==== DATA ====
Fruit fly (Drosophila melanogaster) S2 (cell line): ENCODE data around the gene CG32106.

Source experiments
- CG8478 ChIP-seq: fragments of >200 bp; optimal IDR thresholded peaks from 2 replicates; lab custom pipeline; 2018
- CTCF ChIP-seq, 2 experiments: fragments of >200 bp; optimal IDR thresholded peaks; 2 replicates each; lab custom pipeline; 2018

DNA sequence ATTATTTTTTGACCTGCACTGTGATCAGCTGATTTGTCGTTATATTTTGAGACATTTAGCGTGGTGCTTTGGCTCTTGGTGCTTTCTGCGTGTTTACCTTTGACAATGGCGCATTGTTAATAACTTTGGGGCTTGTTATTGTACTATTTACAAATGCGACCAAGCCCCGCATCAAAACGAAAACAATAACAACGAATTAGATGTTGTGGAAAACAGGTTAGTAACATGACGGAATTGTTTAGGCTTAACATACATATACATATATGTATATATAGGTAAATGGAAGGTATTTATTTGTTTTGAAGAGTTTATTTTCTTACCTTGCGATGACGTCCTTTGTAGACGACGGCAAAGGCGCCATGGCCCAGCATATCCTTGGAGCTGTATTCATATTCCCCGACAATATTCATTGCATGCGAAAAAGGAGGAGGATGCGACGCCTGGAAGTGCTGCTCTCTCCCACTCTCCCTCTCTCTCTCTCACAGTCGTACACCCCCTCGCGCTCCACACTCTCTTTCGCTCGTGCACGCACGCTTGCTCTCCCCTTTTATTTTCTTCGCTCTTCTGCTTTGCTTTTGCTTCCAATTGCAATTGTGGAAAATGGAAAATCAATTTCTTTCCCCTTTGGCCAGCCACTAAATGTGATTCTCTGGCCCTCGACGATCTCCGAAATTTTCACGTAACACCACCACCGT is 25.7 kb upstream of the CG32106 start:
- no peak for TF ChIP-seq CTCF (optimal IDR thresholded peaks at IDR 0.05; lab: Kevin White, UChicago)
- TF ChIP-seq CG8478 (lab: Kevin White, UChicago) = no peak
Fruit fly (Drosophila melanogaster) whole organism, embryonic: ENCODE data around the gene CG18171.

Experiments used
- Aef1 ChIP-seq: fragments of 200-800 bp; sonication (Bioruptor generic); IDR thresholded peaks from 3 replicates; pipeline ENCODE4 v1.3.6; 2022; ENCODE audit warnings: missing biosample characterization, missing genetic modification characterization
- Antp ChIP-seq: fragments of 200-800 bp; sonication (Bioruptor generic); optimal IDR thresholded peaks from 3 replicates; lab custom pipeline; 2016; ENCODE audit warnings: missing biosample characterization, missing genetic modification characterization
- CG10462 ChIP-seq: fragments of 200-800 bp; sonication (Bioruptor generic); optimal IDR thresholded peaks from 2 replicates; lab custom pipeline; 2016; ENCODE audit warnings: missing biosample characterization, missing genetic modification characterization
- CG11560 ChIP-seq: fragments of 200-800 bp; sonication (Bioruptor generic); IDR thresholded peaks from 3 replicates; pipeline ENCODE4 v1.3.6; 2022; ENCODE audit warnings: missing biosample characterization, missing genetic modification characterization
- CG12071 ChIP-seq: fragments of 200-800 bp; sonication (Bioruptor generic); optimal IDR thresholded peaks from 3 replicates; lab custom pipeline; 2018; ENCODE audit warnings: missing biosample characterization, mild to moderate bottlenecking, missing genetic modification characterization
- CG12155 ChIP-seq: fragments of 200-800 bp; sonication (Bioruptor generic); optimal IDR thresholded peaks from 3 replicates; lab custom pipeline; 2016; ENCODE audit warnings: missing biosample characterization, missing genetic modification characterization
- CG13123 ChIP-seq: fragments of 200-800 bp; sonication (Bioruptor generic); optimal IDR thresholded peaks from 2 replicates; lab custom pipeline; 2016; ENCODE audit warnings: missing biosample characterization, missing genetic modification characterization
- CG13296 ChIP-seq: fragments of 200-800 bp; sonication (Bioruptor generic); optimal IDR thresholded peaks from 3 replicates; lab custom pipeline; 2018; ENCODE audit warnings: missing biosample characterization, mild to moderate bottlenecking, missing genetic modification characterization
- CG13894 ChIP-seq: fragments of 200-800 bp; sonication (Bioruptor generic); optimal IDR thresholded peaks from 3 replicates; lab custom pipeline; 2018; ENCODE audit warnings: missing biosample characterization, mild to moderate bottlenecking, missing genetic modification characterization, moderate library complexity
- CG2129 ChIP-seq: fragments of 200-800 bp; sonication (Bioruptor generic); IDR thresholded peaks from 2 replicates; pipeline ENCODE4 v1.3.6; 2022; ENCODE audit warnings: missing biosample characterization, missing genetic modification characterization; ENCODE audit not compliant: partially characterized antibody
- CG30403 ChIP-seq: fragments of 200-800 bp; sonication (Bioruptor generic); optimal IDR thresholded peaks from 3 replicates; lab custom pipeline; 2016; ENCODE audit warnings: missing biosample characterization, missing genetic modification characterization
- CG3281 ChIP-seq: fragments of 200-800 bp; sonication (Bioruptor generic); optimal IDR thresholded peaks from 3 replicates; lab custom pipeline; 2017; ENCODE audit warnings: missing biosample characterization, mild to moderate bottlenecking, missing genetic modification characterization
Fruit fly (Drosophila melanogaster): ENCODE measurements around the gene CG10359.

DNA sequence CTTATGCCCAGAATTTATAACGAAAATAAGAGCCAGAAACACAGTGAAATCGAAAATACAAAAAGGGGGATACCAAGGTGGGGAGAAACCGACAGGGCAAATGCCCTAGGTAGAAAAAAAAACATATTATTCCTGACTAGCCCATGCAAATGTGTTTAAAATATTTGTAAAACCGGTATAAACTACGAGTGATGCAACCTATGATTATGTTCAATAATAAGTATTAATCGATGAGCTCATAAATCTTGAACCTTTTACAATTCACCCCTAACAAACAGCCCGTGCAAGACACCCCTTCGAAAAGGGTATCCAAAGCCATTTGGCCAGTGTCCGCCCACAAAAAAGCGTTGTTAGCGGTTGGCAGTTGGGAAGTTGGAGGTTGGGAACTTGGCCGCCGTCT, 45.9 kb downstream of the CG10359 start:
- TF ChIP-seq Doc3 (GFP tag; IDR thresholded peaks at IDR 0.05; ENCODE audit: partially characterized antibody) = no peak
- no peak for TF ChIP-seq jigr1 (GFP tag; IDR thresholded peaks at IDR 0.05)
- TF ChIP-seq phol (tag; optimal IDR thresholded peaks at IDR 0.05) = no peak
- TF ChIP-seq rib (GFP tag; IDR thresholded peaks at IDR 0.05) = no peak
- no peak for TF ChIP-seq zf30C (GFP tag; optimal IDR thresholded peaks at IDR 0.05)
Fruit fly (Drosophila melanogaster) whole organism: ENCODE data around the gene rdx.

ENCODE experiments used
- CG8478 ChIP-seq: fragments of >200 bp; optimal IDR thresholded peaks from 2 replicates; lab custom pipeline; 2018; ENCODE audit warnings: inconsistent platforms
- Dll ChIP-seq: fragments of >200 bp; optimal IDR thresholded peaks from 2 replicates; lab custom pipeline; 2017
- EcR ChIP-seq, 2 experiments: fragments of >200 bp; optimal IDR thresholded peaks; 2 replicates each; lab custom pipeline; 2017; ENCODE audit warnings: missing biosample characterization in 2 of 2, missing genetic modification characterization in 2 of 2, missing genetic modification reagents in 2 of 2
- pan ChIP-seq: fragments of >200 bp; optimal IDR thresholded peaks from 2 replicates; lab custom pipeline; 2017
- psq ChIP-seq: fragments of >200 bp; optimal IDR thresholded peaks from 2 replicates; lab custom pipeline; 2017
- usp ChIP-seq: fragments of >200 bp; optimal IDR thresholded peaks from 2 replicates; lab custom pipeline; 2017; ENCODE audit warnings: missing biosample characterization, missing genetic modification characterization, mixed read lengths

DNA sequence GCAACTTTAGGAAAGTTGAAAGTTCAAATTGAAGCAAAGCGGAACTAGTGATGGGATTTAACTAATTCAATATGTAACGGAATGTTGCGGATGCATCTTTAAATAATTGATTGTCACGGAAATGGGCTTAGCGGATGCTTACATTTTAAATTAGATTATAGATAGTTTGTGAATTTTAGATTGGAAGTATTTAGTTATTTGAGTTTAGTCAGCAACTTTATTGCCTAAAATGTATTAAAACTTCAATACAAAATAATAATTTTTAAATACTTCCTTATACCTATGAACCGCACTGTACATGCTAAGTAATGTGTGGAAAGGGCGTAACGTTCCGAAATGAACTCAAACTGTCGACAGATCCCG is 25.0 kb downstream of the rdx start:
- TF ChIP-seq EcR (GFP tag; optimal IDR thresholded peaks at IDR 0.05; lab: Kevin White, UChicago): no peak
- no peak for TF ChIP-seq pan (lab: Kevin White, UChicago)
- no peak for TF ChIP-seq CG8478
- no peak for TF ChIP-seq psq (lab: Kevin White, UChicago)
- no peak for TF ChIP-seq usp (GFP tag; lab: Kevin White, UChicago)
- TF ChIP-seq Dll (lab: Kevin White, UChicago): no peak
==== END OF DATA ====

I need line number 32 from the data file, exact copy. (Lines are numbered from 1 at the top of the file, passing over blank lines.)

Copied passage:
- Dll ChIP-seq: fragments of >200 bp; optimal IDR thresholded peaks from 2 replicates; lab custom pipeline; 2017